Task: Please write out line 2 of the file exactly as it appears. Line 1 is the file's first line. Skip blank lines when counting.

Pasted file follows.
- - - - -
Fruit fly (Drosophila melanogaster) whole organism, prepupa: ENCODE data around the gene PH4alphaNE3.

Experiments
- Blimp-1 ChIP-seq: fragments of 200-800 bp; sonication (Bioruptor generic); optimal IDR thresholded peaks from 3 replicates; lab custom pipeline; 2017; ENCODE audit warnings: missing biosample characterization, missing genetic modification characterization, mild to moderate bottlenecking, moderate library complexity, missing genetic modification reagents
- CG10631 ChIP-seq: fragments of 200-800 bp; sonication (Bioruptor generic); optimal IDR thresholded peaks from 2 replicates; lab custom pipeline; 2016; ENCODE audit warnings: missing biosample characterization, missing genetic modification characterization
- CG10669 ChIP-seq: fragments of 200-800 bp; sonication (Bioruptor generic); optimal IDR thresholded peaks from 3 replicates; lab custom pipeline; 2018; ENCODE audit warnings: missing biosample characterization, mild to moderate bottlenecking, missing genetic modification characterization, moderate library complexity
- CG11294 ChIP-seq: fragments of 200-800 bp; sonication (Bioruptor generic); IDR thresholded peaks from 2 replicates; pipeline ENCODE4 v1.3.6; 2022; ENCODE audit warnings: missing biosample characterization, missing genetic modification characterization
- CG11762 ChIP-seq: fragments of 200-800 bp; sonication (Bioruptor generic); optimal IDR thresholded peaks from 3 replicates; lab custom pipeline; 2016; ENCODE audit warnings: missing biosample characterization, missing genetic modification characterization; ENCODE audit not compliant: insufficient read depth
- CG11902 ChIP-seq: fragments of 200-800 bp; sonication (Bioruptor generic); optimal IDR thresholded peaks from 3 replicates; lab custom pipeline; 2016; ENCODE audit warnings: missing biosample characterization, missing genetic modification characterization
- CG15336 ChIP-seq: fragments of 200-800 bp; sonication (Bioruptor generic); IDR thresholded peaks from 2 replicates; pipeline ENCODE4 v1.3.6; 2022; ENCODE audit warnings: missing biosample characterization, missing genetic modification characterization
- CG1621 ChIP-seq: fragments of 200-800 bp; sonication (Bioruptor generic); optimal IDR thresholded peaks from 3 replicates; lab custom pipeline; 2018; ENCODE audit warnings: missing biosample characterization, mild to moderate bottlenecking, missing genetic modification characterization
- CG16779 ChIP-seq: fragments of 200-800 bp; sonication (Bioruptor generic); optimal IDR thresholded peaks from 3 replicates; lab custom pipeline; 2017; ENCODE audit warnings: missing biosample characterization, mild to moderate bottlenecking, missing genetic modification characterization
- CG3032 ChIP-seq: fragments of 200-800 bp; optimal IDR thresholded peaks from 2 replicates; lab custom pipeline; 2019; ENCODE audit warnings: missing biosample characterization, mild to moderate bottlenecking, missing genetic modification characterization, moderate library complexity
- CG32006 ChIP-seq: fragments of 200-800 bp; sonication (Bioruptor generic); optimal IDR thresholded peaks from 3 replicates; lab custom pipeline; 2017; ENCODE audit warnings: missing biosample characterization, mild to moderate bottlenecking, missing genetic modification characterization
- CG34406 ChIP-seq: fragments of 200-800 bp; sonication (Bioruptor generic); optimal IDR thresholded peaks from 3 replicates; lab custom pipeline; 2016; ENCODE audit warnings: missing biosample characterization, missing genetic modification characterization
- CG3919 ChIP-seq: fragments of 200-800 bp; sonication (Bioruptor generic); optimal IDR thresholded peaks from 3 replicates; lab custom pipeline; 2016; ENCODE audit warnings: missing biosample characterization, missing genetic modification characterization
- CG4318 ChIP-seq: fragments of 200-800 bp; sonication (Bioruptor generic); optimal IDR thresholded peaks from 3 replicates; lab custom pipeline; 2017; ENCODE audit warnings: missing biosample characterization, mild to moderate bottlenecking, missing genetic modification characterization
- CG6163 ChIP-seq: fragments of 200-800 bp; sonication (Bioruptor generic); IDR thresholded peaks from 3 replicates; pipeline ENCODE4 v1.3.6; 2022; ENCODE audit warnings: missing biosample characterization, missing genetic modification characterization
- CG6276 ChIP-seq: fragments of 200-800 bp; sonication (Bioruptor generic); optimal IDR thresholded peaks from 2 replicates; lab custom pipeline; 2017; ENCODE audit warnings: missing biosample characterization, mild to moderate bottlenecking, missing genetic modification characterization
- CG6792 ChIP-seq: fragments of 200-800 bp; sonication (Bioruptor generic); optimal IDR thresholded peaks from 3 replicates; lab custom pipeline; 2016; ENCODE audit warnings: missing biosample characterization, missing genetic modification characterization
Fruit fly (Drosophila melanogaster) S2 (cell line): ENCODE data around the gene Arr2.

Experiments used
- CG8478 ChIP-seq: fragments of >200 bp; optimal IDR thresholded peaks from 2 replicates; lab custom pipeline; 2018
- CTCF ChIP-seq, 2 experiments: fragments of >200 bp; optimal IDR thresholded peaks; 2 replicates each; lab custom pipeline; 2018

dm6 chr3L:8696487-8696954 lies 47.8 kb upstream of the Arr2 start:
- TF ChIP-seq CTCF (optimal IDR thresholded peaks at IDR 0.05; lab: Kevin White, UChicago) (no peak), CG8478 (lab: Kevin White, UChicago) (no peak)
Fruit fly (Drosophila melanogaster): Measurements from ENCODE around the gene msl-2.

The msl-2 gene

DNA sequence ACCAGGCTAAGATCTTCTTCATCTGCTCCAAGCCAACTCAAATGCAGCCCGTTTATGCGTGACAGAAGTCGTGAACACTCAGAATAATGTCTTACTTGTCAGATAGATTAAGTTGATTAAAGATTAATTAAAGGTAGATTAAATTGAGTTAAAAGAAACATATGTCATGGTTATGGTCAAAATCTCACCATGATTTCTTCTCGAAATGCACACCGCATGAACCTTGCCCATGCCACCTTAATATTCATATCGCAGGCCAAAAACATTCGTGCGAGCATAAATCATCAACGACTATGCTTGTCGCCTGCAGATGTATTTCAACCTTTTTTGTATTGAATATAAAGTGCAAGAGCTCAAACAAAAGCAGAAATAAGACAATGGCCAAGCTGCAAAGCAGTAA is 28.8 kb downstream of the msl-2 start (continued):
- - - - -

Experiments